Pick And Choose Your Fights
By Frank Kermit
Fighting in relationships is normal. The issue is not whether you fight. The issue is HOW a couple fights. Do they talk out their disagreements? Do they wait until they are alone together, or fight in front of others? Do they resort to name calling and screaming for even the most trivial things? Do they throw furniture at each other? Or, do they not fight at all, fearful of the potential consequences (real or imaginary) and let their anger simmer until it turns into blinding resentment, possibly erupting in a massive rage outburst. It is not even a question of finding ways not to fight. The focus is on helping people understand to pick and choose their fights in a relationship.
This Frank Rule of Relationships, to pick and choose your fights, is also a great Calibration tool. Knowing how to screen if a fight is worth the effort, or if a fight is a waste of your time, can help smooth things along for long-term relationship success.
It is important to judge who you are fighting with. Is the person you are about to engage with someone that is toxic (meaning the person lacks the capacity to reason or be reasonable)? Then your attempts to argue with such a person are futile.
For example, an addict that is in the throws of withdrawal and desperately demanding money from you to feed the addiction is not in a reasonable state of mind where your attempts of talking to him or her out of it, will most likely not be affective. Even therapists try to arrange their sessions with addicts to happen at a time when the addict would be most receptive to talking.
It is also important to be able to access your own ability to manage an unpleasant discussion that can easily turned heated. Know thy self, dear reader. If you can estimate that you would be unable to properly and maturely discuss a matter at a given moment, arrange with your partner to be able to talk about it at a later time, when you have had the chance to cool down and can be in a more rational and accepting frame of mind.
In picking and choosing your fights, it is not about going to either extreme of always fighting with people about everything, or never fighting with anyone regardless of what they do to you. It is about being able to decipher when it is worth the time and effort to express yourself, when it is necessary to communicate a consequence that you will enact based on your reaction to others, and when you shouldn't even bother trying at all.
If you zealously argue for every inconvenience you suffer, regardless of how important it is or isn't, you will likely lose credibility in the eyes of those you regularly communicate too. It can also very likely isolate you as few people want to be around the professional protestor, who usually do not understand that fighting about the political climate you are living in does not mandate the same reaction as your toast being under-toasted at the breakfast you ordered at the local greasy spoon.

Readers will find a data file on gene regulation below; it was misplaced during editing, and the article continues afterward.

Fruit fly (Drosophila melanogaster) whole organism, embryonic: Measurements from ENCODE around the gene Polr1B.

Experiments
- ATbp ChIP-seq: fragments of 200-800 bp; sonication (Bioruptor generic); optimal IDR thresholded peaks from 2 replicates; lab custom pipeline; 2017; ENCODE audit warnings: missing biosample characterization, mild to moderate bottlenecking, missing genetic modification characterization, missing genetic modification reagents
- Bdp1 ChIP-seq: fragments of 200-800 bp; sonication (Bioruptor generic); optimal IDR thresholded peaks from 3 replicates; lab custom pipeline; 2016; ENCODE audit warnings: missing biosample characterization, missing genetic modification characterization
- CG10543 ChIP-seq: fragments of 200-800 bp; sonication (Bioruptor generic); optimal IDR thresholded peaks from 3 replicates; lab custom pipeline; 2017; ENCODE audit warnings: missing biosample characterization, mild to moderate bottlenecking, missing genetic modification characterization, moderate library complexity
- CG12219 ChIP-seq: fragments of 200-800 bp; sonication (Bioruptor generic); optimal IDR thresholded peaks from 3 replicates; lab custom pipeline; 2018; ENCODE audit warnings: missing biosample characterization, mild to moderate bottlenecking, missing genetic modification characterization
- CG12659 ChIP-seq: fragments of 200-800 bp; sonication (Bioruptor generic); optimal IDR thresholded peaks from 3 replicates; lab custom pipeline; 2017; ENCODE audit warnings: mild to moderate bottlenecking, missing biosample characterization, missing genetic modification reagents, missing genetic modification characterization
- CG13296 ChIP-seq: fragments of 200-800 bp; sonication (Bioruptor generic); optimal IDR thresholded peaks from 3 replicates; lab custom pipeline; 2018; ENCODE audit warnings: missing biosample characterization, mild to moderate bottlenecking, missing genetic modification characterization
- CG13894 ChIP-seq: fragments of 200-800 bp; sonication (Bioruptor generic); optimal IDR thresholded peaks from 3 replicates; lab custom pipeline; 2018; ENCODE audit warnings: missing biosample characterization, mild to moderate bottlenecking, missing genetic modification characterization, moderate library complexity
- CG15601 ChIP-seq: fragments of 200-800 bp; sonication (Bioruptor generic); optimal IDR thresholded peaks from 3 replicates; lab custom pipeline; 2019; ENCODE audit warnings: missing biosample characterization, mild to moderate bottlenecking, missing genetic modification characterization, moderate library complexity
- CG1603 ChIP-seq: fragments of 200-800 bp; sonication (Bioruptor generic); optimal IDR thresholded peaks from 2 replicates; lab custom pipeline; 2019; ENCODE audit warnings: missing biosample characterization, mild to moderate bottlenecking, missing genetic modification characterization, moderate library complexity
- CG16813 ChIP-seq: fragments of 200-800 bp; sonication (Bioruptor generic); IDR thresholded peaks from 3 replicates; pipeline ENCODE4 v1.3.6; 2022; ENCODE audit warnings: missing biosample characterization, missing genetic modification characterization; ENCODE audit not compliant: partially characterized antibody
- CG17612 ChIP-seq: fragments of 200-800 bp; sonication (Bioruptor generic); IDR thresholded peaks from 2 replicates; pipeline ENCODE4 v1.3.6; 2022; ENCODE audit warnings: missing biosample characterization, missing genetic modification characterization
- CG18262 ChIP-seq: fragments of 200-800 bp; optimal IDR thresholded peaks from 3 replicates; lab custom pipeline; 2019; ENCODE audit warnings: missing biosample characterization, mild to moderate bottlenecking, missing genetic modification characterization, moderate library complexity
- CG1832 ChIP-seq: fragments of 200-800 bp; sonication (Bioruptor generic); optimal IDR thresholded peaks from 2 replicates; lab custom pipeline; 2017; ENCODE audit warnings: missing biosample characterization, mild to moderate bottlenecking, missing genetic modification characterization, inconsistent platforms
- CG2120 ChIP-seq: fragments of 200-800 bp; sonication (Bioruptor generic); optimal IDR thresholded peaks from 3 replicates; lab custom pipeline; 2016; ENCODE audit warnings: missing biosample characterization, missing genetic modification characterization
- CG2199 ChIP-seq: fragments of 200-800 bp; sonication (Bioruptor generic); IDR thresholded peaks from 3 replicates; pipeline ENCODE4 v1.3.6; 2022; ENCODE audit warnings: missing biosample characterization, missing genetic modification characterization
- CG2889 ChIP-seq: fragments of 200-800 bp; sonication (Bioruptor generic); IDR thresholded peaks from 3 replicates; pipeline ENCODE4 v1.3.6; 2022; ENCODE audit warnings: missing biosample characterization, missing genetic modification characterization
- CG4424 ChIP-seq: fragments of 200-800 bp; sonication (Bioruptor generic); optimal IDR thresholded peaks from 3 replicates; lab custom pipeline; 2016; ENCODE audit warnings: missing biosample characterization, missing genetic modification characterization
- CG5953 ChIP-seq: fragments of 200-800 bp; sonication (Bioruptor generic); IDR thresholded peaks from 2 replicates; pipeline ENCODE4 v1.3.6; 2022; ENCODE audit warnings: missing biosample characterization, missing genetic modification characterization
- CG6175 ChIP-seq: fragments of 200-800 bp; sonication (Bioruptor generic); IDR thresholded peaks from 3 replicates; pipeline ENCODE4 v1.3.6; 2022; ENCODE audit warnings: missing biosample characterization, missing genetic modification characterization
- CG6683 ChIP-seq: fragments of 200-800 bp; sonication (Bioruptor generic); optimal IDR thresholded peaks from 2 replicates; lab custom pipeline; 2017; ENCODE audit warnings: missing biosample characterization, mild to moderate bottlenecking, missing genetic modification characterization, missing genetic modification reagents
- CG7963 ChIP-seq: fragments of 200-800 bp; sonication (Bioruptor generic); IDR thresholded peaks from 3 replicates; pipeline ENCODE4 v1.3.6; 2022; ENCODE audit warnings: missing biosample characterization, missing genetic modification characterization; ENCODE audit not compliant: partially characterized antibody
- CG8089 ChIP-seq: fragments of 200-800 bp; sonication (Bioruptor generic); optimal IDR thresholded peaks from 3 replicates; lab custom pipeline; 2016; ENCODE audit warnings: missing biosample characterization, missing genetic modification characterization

When you do pick the fight that you think is worth it, and assuming you are dealing with a reasonable person, and assuming that you are in a good frame of mind, make the distinction between expressing your issue, and issuing a consequence to the issue.
When you express the issue that you are willing to fight about (it could be a boundary, a need of yours, or a manner in which you expect to be treated) it is important to simply state the issue.
For example, when a cashier is spending time on the phone instead of doing her job, expressing your issue when you pick this fight may sound something like: "Excuse me miss, when I come to the cash register, I would appreciate that you get off the phone with your friend, and do your job." Here you are not resorting to name-calling, screaming, or threats. You are directly, calmly and clearly stating your issue when picking this fight. If the cashier is actually a reasonable person, she will realize the importance of your expression, and will follow through to accommodate you. If the cashier is a reasonable person having an unreasonable moment (or maybe she is just toxic after all), she may try to justify her position or try to attack your position as in: "This will only be a minute, are you that much in a hurry?"
It is at THIS point, that you would go from expressing your issue to enforcing your issue by stating a consequence, which could sound something like this: "Miss, if you do not end that call and do your job right now, then I will have to take up this matter with your manager, who I am sure will not be as open to your pressing call."
The key is that you do not mention the consequence until after you have given the person a chance to wake up, for what could be just a bad day for them.
Conflict is never a pleasant situation. However, it is a part of life, and your ability to pick and choose your fights will help determine your ability to manage your long-term relationship success. You do not have a choice when it comes to what people may try to put you through, but you do have a choice to how charismatic you can try to be when it happens.
FRANK KERMIT MA
EXPERT RELATIONSHIP COACH
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